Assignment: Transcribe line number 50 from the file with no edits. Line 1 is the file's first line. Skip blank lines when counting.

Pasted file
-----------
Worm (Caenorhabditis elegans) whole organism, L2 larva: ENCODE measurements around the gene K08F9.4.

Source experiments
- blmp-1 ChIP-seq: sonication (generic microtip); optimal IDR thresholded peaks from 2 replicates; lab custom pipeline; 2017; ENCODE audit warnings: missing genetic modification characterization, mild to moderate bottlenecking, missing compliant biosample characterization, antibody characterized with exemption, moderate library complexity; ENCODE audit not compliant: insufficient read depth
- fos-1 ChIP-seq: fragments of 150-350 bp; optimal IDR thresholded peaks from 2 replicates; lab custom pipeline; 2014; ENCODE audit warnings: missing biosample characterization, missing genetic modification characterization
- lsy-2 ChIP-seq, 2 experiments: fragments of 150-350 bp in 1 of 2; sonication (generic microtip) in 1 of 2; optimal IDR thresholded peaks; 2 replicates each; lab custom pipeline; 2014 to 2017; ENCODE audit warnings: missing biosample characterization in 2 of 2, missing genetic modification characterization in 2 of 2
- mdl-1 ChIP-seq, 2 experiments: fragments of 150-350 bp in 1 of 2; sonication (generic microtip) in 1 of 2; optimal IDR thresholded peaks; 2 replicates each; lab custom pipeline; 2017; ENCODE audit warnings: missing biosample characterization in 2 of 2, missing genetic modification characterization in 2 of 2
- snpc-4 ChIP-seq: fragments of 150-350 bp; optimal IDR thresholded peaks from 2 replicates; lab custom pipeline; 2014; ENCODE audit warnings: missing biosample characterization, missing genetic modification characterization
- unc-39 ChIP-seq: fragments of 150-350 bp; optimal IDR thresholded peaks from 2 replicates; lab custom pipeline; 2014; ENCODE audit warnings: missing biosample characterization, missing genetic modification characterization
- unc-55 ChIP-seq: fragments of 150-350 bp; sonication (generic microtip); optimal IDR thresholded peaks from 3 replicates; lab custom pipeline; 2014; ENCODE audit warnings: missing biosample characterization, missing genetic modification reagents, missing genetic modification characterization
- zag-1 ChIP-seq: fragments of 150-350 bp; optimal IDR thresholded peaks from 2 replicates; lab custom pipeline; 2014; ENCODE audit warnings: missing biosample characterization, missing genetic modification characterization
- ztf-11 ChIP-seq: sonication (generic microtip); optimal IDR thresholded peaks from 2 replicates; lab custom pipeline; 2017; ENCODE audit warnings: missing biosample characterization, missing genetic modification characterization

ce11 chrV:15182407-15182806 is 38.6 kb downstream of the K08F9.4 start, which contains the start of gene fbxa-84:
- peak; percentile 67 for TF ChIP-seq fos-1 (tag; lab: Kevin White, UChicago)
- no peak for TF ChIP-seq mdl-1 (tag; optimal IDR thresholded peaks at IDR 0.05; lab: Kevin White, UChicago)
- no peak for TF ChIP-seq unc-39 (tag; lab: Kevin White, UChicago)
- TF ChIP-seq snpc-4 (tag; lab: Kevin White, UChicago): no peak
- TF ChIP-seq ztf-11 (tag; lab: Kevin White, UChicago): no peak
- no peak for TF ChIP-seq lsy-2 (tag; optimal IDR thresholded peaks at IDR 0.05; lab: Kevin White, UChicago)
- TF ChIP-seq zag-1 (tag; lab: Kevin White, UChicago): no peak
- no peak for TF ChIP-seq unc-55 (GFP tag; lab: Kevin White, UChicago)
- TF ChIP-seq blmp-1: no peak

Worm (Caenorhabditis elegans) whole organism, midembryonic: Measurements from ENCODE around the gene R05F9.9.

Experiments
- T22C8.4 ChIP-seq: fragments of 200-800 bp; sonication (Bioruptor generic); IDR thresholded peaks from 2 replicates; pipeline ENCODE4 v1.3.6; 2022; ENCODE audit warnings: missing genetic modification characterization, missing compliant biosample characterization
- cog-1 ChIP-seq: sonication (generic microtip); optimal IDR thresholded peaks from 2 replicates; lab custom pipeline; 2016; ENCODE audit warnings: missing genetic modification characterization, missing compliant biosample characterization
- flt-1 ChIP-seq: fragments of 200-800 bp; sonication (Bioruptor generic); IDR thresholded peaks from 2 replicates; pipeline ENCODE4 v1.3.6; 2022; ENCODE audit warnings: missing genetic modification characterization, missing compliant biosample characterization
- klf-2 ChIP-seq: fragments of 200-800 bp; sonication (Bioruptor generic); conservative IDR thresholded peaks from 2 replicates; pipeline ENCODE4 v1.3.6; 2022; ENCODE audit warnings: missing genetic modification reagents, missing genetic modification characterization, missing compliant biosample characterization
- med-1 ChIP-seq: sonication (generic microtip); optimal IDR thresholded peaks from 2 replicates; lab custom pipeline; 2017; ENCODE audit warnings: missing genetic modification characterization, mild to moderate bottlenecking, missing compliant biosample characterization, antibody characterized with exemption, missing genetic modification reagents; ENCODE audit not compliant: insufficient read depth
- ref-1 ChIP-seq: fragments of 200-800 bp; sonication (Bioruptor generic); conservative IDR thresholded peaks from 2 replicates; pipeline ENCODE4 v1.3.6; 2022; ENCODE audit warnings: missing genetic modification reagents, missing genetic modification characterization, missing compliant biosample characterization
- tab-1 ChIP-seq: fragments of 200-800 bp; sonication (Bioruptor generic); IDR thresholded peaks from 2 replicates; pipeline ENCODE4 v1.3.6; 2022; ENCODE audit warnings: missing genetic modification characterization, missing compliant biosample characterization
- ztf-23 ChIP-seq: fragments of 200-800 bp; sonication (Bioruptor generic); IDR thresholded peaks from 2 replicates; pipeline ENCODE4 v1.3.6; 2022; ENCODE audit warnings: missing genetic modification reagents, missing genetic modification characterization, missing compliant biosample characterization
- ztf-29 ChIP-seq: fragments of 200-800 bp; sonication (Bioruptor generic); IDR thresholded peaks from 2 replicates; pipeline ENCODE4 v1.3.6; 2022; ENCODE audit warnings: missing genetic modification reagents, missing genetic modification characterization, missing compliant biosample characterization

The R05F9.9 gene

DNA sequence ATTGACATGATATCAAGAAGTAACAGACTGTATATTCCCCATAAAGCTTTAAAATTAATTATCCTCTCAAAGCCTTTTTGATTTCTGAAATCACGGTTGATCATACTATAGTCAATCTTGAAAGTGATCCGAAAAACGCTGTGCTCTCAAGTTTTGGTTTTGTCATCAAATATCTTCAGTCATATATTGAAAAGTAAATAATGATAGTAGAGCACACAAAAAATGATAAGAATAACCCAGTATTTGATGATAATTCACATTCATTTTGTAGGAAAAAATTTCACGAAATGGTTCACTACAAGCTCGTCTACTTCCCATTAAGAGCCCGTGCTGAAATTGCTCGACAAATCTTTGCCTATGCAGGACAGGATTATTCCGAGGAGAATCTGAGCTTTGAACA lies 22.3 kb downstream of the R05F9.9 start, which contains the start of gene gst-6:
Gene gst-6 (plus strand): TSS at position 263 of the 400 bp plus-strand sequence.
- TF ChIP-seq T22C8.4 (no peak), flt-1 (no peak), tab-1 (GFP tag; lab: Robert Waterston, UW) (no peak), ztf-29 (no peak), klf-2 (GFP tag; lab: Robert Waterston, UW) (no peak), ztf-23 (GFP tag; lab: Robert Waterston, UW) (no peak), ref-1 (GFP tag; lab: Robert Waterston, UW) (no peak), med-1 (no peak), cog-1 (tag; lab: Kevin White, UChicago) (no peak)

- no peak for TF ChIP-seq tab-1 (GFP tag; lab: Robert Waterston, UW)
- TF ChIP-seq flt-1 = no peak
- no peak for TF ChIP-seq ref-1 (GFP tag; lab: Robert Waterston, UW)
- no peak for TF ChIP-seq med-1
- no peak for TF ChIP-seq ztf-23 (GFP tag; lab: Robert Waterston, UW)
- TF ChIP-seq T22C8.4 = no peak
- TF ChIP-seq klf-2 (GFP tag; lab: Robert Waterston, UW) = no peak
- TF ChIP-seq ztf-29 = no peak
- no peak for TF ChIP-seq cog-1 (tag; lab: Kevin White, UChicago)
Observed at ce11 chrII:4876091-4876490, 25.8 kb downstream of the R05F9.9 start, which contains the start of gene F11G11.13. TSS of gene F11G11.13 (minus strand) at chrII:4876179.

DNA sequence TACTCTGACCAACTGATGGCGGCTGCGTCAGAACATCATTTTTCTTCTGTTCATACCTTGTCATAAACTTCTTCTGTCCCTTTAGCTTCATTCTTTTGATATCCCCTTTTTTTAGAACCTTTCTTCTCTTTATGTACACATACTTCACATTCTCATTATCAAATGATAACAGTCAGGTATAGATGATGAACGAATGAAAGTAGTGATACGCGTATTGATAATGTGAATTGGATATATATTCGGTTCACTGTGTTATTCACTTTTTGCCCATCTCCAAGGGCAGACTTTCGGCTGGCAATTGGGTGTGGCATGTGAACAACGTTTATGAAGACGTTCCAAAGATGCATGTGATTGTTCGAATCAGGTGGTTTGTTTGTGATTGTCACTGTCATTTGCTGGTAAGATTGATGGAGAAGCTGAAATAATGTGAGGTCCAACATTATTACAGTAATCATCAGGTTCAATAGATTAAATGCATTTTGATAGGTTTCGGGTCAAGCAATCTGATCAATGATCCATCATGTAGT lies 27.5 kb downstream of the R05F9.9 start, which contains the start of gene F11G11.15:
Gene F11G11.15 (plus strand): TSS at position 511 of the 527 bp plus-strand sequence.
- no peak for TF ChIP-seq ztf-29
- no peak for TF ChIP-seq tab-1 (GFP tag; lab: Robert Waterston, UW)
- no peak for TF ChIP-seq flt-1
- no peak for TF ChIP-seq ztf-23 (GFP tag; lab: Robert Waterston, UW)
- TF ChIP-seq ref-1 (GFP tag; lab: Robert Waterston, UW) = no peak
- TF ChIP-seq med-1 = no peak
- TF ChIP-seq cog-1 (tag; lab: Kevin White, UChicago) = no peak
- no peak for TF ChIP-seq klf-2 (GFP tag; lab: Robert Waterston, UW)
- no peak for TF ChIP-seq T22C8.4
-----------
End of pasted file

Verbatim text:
- no peak for TF ChIP-seq tab-1 (GFP tag; lab: Robert Waterston, UW)